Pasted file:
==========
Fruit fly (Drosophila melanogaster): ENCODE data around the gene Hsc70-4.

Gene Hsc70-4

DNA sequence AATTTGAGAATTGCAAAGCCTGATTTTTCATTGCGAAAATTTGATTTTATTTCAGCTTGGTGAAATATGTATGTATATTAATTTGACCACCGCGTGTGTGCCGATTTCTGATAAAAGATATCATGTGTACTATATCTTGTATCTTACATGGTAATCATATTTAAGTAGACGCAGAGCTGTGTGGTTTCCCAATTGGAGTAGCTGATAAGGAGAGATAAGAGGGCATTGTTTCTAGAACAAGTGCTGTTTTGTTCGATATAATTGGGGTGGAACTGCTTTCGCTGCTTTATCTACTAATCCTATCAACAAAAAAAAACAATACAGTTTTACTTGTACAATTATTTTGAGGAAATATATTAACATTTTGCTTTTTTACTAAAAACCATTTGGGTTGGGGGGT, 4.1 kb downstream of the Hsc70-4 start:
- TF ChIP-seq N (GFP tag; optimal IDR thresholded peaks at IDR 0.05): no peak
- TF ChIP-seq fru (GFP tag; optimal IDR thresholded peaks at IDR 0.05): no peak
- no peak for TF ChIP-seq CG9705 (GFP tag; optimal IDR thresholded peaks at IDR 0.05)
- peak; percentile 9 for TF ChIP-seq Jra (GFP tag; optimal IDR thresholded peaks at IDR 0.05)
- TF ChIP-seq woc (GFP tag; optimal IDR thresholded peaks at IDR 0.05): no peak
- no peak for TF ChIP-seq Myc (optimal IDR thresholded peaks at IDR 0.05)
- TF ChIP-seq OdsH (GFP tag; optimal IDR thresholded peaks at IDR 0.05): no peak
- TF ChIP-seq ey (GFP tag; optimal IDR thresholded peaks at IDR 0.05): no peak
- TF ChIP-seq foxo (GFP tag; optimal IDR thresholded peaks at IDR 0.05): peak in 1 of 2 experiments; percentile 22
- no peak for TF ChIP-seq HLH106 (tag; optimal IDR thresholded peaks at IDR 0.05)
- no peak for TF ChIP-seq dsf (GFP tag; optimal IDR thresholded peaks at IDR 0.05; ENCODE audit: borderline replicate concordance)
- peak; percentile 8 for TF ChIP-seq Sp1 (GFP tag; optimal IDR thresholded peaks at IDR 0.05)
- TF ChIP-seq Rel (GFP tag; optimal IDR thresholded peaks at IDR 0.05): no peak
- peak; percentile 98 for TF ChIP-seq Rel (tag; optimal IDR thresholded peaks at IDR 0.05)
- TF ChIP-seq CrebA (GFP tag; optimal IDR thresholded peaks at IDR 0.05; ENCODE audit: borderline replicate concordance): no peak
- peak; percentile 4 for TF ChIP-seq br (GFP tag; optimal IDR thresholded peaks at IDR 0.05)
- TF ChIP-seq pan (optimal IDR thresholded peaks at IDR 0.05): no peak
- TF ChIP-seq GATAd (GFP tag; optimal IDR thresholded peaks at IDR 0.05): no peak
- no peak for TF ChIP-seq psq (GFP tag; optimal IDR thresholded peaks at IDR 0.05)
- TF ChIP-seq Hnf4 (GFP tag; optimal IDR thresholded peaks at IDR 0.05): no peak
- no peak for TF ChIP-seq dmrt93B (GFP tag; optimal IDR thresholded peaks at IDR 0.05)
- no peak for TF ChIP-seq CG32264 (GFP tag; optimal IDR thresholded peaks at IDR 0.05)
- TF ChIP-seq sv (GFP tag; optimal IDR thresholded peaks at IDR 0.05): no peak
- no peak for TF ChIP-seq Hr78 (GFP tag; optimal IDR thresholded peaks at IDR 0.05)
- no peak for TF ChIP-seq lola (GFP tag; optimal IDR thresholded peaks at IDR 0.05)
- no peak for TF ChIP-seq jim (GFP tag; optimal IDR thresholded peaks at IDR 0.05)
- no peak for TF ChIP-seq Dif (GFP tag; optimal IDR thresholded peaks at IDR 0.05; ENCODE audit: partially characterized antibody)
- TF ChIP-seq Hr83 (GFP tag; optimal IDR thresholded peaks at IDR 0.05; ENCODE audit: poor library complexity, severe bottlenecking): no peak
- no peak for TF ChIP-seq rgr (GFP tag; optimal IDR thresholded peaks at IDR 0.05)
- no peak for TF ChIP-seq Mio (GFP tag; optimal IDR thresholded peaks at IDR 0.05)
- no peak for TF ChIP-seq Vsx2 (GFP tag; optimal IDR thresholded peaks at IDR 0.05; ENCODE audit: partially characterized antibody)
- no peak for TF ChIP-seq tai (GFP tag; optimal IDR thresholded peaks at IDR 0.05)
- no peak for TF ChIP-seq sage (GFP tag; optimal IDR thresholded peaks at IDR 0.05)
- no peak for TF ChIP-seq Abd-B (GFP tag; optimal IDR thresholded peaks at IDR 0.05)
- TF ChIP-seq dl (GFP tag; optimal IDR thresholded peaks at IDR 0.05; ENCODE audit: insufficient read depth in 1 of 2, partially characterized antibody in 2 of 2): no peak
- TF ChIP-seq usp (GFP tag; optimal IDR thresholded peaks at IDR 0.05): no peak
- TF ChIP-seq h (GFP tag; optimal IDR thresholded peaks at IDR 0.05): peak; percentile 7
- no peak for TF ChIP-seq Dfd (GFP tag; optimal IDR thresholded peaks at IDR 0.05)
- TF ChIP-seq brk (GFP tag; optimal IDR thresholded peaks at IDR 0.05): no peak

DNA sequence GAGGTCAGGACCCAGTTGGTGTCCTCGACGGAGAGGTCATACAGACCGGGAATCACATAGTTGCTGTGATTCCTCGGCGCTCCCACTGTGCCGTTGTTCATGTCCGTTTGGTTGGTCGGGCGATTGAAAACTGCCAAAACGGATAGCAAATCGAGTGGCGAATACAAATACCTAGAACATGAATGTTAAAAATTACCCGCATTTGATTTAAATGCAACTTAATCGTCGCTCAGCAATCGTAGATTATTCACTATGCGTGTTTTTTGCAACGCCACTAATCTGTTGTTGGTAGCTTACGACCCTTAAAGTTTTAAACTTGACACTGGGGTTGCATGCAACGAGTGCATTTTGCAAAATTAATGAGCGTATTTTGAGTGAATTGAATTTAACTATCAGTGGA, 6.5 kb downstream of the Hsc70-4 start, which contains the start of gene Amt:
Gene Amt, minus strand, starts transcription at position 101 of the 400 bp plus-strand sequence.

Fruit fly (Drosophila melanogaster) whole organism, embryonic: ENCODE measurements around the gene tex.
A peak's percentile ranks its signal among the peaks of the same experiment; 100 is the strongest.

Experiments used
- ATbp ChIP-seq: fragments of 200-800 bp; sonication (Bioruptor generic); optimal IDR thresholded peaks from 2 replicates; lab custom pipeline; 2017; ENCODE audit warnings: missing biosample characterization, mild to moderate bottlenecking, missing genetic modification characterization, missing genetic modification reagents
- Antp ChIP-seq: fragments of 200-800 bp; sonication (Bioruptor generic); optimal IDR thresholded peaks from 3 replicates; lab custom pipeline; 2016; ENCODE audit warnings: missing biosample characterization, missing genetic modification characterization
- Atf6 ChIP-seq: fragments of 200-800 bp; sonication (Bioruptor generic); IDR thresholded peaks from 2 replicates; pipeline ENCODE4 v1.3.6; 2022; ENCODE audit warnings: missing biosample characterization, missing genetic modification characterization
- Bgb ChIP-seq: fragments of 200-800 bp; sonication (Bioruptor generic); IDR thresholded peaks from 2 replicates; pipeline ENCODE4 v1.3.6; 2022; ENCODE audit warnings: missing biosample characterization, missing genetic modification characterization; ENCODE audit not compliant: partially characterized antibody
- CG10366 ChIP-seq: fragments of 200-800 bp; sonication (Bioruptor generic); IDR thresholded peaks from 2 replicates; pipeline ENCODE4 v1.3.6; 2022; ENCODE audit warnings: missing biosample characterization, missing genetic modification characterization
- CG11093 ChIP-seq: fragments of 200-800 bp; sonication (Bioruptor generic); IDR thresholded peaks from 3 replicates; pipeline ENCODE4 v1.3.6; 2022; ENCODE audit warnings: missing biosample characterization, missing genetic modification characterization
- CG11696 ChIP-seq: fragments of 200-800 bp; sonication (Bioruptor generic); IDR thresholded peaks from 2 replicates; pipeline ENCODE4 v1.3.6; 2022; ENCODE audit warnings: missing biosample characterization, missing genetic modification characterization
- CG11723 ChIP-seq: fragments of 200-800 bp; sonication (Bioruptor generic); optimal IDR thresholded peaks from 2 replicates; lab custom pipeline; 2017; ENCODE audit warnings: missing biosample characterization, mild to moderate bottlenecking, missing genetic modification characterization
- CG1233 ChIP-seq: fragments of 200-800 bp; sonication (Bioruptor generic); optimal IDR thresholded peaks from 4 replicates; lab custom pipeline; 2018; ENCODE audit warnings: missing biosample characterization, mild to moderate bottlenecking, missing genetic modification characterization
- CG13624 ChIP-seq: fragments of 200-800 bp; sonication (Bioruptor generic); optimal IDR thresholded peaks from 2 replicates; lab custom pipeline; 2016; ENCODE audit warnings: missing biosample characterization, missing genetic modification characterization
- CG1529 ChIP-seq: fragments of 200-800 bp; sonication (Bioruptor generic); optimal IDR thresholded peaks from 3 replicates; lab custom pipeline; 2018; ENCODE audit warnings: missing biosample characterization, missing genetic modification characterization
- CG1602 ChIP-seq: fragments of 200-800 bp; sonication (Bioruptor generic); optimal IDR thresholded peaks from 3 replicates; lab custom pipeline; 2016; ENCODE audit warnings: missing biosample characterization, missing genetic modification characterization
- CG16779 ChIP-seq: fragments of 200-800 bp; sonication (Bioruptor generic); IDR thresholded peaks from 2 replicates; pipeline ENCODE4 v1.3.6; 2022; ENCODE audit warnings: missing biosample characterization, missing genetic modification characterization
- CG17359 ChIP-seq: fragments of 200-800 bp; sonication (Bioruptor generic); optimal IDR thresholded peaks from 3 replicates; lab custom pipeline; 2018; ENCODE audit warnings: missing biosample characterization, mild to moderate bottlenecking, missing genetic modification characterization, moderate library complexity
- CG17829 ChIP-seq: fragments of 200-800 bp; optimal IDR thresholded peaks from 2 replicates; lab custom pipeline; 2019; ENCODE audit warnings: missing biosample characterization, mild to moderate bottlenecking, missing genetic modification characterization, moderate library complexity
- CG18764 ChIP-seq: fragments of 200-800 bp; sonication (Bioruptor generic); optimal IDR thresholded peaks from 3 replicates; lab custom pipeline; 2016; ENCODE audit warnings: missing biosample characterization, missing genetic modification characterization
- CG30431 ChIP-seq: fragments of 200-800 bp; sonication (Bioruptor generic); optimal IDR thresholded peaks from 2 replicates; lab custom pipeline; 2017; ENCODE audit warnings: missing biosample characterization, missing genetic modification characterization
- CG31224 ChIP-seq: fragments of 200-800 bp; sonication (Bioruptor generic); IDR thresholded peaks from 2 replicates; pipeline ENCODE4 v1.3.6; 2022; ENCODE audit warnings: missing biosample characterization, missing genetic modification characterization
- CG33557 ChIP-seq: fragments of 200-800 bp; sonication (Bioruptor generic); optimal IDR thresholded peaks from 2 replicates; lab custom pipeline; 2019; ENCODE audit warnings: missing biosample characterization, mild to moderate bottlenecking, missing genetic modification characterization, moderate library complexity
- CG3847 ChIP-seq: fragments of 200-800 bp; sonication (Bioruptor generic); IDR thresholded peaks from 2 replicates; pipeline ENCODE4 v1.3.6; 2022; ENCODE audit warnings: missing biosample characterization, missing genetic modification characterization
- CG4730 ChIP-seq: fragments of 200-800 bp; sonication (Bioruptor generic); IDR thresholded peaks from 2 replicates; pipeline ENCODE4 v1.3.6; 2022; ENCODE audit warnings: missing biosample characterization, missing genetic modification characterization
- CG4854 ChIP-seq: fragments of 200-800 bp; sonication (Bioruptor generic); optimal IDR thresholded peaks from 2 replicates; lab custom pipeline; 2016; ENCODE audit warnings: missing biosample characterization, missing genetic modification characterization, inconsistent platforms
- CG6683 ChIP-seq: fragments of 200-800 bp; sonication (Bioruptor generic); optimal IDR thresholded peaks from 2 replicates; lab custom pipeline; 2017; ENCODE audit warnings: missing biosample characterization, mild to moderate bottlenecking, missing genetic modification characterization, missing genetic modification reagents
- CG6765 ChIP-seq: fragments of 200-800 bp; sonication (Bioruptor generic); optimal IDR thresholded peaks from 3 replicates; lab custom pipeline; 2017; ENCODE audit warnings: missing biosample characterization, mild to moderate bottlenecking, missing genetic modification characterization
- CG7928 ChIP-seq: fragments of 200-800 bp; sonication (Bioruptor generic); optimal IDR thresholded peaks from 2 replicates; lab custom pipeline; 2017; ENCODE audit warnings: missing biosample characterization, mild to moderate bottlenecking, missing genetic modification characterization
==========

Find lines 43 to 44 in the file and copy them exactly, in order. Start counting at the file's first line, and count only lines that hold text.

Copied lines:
DNA sequence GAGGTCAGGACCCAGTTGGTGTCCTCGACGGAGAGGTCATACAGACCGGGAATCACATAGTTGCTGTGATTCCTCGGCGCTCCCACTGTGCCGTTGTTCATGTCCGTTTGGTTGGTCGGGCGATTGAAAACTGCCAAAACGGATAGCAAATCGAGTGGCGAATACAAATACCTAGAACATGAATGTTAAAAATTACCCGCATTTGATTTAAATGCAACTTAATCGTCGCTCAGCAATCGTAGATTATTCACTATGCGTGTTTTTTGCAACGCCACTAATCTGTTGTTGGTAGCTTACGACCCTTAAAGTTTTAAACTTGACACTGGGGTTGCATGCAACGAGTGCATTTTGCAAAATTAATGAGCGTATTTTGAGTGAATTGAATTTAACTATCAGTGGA, 6.5 kb downstream of the Hsc70-4 start, which contains the start of gene Amt:
Gene Amt, minus strand, starts transcription at position 101 of the 400 bp plus-strand sequence.